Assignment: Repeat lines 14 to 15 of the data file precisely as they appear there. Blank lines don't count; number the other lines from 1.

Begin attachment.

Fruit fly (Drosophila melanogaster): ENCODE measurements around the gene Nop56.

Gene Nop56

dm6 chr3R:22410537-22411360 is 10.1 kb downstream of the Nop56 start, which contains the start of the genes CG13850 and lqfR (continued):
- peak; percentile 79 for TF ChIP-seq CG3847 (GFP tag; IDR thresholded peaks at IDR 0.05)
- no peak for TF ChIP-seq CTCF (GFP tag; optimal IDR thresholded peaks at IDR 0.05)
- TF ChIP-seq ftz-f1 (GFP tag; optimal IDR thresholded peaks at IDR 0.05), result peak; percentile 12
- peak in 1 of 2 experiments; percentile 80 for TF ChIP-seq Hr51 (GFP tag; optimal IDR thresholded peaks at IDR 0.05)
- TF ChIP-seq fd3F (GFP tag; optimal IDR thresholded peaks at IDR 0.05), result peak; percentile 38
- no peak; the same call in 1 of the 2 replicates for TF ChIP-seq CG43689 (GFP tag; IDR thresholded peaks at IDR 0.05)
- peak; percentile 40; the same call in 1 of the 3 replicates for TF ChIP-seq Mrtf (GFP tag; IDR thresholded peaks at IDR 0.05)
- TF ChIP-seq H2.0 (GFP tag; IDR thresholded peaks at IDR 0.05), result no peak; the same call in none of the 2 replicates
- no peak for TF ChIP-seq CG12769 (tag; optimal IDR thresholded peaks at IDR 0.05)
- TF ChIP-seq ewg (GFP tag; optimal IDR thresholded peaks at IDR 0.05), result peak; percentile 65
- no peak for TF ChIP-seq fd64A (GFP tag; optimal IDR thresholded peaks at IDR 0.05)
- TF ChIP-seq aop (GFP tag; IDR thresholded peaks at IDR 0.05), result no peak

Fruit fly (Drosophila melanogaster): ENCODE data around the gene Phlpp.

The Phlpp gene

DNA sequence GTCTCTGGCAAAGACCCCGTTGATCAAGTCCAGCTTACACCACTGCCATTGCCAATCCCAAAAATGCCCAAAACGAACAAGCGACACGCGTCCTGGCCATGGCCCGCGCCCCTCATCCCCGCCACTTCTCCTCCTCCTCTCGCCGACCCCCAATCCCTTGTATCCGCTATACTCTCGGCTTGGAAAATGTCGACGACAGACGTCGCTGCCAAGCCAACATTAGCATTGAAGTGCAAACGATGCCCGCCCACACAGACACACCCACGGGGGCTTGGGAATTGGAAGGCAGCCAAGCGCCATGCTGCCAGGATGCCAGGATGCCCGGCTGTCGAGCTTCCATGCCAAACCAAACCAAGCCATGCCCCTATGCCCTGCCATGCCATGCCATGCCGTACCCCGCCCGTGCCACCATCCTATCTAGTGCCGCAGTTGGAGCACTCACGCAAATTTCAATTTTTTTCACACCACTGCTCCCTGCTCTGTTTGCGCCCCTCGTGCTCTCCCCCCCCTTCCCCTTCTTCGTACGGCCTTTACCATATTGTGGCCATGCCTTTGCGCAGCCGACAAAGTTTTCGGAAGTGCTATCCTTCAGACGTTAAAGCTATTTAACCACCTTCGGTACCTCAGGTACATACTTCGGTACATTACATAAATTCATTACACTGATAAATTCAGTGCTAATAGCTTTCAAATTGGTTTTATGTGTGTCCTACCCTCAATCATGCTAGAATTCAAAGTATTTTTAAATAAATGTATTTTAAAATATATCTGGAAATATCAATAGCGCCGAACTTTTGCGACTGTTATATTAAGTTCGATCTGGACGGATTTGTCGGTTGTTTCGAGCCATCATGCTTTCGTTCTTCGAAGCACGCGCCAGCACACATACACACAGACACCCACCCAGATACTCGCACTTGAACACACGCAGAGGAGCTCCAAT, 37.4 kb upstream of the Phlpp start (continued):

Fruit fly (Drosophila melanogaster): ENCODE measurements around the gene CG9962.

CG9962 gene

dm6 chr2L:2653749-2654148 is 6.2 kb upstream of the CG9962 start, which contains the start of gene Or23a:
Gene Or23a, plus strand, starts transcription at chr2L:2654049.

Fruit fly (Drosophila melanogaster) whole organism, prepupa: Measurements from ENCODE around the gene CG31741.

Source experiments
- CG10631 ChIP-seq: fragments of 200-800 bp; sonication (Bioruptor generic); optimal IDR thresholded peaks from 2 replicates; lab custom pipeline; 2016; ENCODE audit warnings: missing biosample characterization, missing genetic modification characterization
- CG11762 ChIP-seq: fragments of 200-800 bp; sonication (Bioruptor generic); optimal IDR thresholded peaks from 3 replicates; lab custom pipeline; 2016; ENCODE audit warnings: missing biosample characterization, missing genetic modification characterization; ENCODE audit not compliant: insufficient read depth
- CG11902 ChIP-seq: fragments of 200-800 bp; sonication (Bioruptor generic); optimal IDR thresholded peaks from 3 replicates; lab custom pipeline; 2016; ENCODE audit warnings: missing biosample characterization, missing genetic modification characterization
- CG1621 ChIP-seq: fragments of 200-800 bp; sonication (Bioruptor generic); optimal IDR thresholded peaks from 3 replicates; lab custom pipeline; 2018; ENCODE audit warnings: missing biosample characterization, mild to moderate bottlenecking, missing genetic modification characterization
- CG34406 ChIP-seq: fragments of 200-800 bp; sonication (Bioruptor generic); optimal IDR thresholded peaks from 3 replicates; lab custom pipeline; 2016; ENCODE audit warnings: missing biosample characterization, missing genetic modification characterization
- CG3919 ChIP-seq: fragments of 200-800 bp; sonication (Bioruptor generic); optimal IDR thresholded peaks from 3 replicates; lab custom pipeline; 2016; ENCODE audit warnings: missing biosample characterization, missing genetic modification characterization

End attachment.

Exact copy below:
- no peak for TF ChIP-seq fd64A (GFP tag; optimal IDR thresholded peaks at IDR 0.05)
- TF ChIP-seq aop (GFP tag; IDR thresholded peaks at IDR 0.05), result no peak